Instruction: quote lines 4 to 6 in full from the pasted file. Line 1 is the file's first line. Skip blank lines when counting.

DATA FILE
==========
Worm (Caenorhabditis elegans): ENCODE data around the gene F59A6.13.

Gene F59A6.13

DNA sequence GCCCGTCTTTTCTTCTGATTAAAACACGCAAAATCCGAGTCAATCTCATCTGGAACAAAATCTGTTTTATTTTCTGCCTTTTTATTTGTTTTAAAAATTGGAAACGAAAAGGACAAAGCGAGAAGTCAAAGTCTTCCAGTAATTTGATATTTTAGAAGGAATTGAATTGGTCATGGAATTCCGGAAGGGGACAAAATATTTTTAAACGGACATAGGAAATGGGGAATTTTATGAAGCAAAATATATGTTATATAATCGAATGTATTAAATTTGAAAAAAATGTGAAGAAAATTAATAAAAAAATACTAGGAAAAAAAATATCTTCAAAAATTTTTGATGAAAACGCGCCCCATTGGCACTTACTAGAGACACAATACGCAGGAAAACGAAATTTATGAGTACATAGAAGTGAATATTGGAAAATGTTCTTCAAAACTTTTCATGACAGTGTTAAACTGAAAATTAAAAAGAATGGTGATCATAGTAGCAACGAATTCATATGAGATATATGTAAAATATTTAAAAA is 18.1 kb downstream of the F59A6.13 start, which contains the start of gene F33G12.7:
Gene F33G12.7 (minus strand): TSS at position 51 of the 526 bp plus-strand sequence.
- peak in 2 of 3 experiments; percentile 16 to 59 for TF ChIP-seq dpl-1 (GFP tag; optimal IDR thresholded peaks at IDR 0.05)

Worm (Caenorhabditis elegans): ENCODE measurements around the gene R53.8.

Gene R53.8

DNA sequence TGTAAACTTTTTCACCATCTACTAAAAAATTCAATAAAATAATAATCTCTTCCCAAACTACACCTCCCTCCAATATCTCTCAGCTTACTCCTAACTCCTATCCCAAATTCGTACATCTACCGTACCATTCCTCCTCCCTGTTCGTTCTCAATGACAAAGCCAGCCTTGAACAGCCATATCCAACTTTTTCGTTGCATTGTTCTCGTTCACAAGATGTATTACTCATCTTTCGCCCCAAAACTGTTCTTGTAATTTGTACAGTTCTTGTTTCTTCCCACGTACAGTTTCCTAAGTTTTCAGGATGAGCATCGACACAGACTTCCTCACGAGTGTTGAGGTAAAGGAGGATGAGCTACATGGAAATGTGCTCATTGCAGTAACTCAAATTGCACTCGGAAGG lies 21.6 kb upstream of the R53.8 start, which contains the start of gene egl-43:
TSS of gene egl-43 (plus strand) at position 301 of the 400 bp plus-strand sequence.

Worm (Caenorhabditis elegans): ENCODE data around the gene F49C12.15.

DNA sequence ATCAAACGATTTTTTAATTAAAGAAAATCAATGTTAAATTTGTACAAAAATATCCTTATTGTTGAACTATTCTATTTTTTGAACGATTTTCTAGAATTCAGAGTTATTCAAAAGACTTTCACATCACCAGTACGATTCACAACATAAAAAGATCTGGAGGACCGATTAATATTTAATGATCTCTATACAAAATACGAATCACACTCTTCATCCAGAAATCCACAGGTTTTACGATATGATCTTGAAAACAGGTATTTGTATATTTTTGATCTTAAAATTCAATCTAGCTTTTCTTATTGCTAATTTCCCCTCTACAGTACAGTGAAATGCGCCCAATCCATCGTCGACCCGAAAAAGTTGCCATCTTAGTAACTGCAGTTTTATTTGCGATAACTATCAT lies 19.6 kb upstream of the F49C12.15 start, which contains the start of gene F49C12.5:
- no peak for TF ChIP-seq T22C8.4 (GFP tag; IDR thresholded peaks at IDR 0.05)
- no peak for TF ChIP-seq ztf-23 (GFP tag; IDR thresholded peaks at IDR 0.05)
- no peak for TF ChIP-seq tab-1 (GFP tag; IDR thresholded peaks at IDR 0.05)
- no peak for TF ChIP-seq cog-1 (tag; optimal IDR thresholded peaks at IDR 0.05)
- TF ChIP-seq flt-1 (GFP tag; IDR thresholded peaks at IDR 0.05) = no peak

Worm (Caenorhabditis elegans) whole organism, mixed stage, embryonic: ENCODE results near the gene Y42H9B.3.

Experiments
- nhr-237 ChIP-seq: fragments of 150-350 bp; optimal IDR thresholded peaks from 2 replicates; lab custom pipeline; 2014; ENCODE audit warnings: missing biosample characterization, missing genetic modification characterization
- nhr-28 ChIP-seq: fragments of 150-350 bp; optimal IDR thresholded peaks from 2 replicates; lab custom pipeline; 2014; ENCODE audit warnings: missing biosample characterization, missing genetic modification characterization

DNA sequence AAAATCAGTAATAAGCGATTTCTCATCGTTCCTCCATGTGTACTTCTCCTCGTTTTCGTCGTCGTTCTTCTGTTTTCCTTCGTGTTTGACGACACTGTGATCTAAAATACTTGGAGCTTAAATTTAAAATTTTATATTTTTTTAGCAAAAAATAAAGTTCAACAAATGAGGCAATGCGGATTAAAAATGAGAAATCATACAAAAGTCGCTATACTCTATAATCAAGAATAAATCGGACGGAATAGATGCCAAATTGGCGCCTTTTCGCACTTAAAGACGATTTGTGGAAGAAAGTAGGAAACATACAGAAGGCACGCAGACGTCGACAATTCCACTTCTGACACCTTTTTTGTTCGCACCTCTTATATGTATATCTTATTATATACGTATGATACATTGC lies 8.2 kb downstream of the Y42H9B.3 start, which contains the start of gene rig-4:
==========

Gene F33G12.7 (minus strand): TSS at position 51 of the 526 bp plus-strand sequence.
- peak in 2 of 3 experiments; percentile 16 to 59 for TF ChIP-seq dpl-1 (GFP tag; optimal IDR thresholded peaks at IDR 0.05)

Worm (Caenorhabditis elegans): ENCODE measurements around the gene R53.8.